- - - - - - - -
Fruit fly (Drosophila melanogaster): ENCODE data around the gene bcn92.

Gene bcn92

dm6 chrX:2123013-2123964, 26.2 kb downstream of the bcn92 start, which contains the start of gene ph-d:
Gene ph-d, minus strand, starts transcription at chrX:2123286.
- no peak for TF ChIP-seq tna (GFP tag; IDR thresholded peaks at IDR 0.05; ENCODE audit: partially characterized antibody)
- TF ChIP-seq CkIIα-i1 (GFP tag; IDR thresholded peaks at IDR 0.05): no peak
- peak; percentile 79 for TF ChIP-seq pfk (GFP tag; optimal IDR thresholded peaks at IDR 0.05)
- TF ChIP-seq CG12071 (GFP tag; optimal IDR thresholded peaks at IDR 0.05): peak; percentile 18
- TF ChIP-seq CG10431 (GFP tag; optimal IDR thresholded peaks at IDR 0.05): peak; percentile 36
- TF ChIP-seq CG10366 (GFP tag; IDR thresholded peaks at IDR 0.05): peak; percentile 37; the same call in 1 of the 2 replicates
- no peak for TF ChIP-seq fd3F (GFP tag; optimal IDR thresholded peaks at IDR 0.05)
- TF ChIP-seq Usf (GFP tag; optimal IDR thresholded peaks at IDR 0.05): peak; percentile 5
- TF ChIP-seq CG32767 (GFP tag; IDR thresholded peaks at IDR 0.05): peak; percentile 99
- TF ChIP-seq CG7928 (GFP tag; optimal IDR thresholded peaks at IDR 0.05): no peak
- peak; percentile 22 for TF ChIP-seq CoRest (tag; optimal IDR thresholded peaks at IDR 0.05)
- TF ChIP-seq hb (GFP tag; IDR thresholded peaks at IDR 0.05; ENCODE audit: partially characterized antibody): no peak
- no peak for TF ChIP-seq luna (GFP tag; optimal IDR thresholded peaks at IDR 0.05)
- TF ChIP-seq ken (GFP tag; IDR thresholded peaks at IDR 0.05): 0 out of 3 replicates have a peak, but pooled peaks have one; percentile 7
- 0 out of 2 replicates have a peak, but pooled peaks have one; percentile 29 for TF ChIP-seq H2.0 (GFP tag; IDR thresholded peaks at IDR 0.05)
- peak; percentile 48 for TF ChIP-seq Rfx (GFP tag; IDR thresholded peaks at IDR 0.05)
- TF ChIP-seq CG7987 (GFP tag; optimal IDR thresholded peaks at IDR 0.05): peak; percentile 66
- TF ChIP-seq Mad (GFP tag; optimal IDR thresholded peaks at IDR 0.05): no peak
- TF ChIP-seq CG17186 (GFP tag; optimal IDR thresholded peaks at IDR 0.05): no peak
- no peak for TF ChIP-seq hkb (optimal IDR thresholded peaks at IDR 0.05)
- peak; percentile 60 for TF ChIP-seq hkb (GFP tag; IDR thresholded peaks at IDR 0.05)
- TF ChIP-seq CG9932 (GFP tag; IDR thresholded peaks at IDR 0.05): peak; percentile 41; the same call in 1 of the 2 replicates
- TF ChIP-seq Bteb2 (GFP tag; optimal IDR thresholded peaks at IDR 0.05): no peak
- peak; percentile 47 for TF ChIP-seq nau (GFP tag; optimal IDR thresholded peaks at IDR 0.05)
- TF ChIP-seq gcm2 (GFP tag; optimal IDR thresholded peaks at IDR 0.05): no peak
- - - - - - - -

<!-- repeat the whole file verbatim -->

Fruit fly (Drosophila melanogaster): ENCODE data around the gene bcn92.

Gene bcn92

dm6 chrX:2123013-2123964, 26.2 kb downstream of the bcn92 start, which contains the start of gene ph-d:
Gene ph-d, minus strand, starts transcription at chrX:2123286.
- no peak for TF ChIP-seq tna (GFP tag; IDR thresholded peaks at IDR 0.05; ENCODE audit: partially characterized antibody)
- TF ChIP-seq CkIIα-i1 (GFP tag; IDR thresholded peaks at IDR 0.05): no peak
- peak; percentile 79 for TF ChIP-seq pfk (GFP tag; optimal IDR thresholded peaks at IDR 0.05)
- TF ChIP-seq CG12071 (GFP tag; optimal IDR thresholded peaks at IDR 0.05): peak; percentile 18
- TF ChIP-seq CG10431 (GFP tag; optimal IDR thresholded peaks at IDR 0.05): peak; percentile 36
- TF ChIP-seq CG10366 (GFP tag; IDR thresholded peaks at IDR 0.05): peak; percentile 37; the same call in 1 of the 2 replicates
- no peak for TF ChIP-seq fd3F (GFP tag; optimal IDR thresholded peaks at IDR 0.05)
- TF ChIP-seq Usf (GFP tag; optimal IDR thresholded peaks at IDR 0.05): peak; percentile 5
- TF ChIP-seq CG32767 (GFP tag; IDR thresholded peaks at IDR 0.05): peak; percentile 99
- TF ChIP-seq CG7928 (GFP tag; optimal IDR thresholded peaks at IDR 0.05): no peak
- peak; percentile 22 for TF ChIP-seq CoRest (tag; optimal IDR thresholded peaks at IDR 0.05)
- TF ChIP-seq hb (GFP tag; IDR thresholded peaks at IDR 0.05; ENCODE audit: partially characterized antibody): no peak
- no peak for TF ChIP-seq luna (GFP tag; optimal IDR thresholded peaks at IDR 0.05)
- TF ChIP-seq ken (GFP tag; IDR thresholded peaks at IDR 0.05): 0 out of 3 replicates have a peak, but pooled peaks have one; percentile 7
- 0 out of 2 replicates have a peak, but pooled peaks have one; percentile 29 for TF ChIP-seq H2.0 (GFP tag; IDR thresholded peaks at IDR 0.05)
- peak; percentile 48 for TF ChIP-seq Rfx (GFP tag; IDR thresholded peaks at IDR 0.05)
- TF ChIP-seq CG7987 (GFP tag; optimal IDR thresholded peaks at IDR 0.05): peak; percentile 66
- TF ChIP-seq Mad (GFP tag; optimal IDR thresholded peaks at IDR 0.05): no peak
- TF ChIP-seq CG17186 (GFP tag; optimal IDR thresholded peaks at IDR 0.05): no peak
- no peak for TF ChIP-seq hkb (optimal IDR thresholded peaks at IDR 0.05)
- peak; percentile 60 for TF ChIP-seq hkb (GFP tag; IDR thresholded peaks at IDR 0.05)
- TF ChIP-seq CG9932 (GFP tag; IDR thresholded peaks at IDR 0.05): peak; percentile 41; the same call in 1 of the 2 replicates
- TF ChIP-seq Bteb2 (GFP tag; optimal IDR thresholded peaks at IDR 0.05): no peak
- peak; percentile 47 for TF ChIP-seq nau (GFP tag; optimal IDR thresholded peaks at IDR 0.05)
- TF ChIP-seq gcm2 (GFP tag; optimal IDR thresholded peaks at IDR 0.05): no peak